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Could Blockchain Technology Enhance Communications in Major Law Enforcement Actions?


Complex Cases Present Complex Challenges

On December 2, 2015, a married couple opened fire at a holiday party in San Bernardino, California killing 14 people and injuring 22 others. Both attackers were killed in a gun battle with police. A massive investigation conducted by numerous local, state, and federal agencies found that the attackers were planning a terror attack before the tragedy.

On October 1, 2017, a shooter opened fire on a crowd of concertgoers at the Harvest Music Festival on the Las Vegas strip killing 58 people and leaving 851 injured. The 10 minutes of shooting is now known as the deadliest mass shooting in United States history. A multitude of local, state, and federal authorities participated in the subsequent investigation.

On November 13, 2015, at least seven simultaneous terrorist attacks took place throughout Paris killing 129 people, including 89 in the Bataclan concert hall. More than 350 people were injured as well. At least 7 terrorists were involved in these organized multifaceted attacks which included mass shootings, hostage takings, and suicide attacks. The subsequent investigation involved national and international intelligence and law enforcement agencies.

We also see more and more cases where multiple local, state, and federal law enforcement agencies band together to investigate violent gang members, human traffickers, serial killers, and child abductions, for prosecution in state and federal jurisdictions.

First Responders in Major Events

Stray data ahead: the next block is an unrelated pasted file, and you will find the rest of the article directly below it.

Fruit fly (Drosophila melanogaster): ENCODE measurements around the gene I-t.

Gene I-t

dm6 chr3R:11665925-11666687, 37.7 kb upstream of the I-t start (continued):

The initial response to tragic events will involve multiple local, state and federal government agencies guided by unique regulations and procedures. Many cases result in long and complicated investigations and trials where the evidence collected is fiercely challenged in judicial proceedings. Even when the perpetrators do not survive the attacks, the public will demand a full investigation to unravel the evidence, determine motives of the attackers, identify and prosecute co-conspirators, and prevent occurrences in the future.

Case Management Systems

Many investigative agencies and prosecuting authorities have developed their own record keeping procedures to satisfy rules and regulations for the respective agencies. Others may make use of high quality case management software to manage the flow of information. Nothing is wrong or incorrect with the wide variety of systems, but the systems are not necessarily compatible with each other. Some of the compatibility limitations can be identified and addressed through training and practice for major catastrophes.

Can Blockchain Shared Ledger Technology Assist in the Process?

Without being involved in large scale operations, it may be hard to grasp the complexity of gathering, managing, and distributing the enormous amounts of data collected in these matters. Even criminal investigations of lesser magnitudes can result in thousands of pieces of data collected by different investigative agencies. Managing the data is critically important to comply with existing rules, regulations, and laws governing the proper collection of evidence and the resulting admissibility of evidence. Government authorities are also responsible for disclosing evidence to opposing counsel prior to trial, to include evidence that could benefit defendants. Failure of compliance can result in evidence being excluded, mistrials, and overturned convictions. Judicial authorities often have to referee disputes between government and defense counsel over the admissibility or concealment of evidence. Improper management of the data can also fuel unfounded conspiracy theories that survive long after a case is concluded.

Can Blockchain shared ledger technology knit together the roles of investigators and prosecutors while maintaining the separation of responsibilities?